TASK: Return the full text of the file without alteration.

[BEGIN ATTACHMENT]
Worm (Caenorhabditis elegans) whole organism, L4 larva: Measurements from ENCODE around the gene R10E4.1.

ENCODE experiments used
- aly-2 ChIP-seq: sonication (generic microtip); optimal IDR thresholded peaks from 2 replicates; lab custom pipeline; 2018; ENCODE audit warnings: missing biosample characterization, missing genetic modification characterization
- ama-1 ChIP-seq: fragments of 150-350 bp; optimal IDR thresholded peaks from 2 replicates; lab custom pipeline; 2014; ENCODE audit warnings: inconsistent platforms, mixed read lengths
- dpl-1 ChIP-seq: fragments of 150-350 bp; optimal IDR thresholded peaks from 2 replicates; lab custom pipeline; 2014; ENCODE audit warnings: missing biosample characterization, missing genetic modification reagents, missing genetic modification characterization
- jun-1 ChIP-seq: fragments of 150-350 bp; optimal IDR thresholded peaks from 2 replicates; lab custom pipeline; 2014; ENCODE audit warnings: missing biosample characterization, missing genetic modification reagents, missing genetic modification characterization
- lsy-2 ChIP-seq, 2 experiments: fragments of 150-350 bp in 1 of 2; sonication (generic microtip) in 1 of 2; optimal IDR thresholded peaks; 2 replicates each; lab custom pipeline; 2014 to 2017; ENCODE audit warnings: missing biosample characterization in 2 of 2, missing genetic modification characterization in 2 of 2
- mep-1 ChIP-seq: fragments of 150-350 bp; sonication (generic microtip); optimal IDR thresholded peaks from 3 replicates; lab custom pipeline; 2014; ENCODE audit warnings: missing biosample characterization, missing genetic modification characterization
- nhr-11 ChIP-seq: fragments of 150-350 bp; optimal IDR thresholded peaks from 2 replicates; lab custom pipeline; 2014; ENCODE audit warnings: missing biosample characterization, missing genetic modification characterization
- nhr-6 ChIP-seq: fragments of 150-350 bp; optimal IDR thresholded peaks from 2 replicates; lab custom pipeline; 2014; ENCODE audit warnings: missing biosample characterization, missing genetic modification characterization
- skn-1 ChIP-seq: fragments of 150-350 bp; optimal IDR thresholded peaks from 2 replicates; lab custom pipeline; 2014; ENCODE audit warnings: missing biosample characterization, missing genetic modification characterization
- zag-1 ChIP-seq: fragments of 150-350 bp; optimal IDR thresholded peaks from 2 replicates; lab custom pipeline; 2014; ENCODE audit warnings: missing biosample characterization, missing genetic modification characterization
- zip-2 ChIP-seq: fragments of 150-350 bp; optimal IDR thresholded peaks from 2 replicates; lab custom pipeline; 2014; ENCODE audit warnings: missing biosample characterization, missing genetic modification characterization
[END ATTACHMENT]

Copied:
Worm (Caenorhabditis elegans) whole organism, L4 larva: Measurements from ENCODE around the gene R10E4.1.

ENCODE experiments used
- aly-2 ChIP-seq: sonication (generic microtip); optimal IDR thresholded peaks from 2 replicates; lab custom pipeline; 2018; ENCODE audit warnings: missing biosample characterization, missing genetic modification characterization
- ama-1 ChIP-seq: fragments of 150-350 bp; optimal IDR thresholded peaks from 2 replicates; lab custom pipeline; 2014; ENCODE audit warnings: inconsistent platforms, mixed read lengths
- dpl-1 ChIP-seq: fragments of 150-350 bp; optimal IDR thresholded peaks from 2 replicates; lab custom pipeline; 2014; ENCODE audit warnings: missing biosample characterization, missing genetic modification reagents, missing genetic modification characterization
- jun-1 ChIP-seq: fragments of 150-350 bp; optimal IDR thresholded peaks from 2 replicates; lab custom pipeline; 2014; ENCODE audit warnings: missing biosample characterization, missing genetic modification reagents, missing genetic modification characterization
- lsy-2 ChIP-seq, 2 experiments: fragments of 150-350 bp in 1 of 2; sonication (generic microtip) in 1 of 2; optimal IDR thresholded peaks; 2 replicates each; lab custom pipeline; 2014 to 2017; ENCODE audit warnings: missing biosample characterization in 2 of 2, missing genetic modification characterization in 2 of 2
- mep-1 ChIP-seq: fragments of 150-350 bp; sonication (generic microtip); optimal IDR thresholded peaks from 3 replicates; lab custom pipeline; 2014; ENCODE audit warnings: missing biosample characterization, missing genetic modification characterization
- nhr-11 ChIP-seq: fragments of 150-350 bp; optimal IDR thresholded peaks from 2 replicates; lab custom pipeline; 2014; ENCODE audit warnings: missing biosample characterization, missing genetic modification characterization
- nhr-6 ChIP-seq: fragments of 150-350 bp; optimal IDR thresholded peaks from 2 replicates; lab custom pipeline; 2014; ENCODE audit warnings: missing biosample characterization, missing genetic modification characterization
- skn-1 ChIP-seq: fragments of 150-350 bp; optimal IDR thresholded peaks from 2 replicates; lab custom pipeline; 2014; ENCODE audit warnings: missing biosample characterization, missing genetic modification characterization
- zag-1 ChIP-seq: fragments of 150-350 bp; optimal IDR thresholded peaks from 2 replicates; lab custom pipeline; 2014; ENCODE audit warnings: missing biosample characterization, missing genetic modification characterization
- zip-2 ChIP-seq: fragments of 150-350 bp; optimal IDR thresholded peaks from 2 replicates; lab custom pipeline; 2014; ENCODE audit warnings: missing biosample characterization, missing genetic modification characterization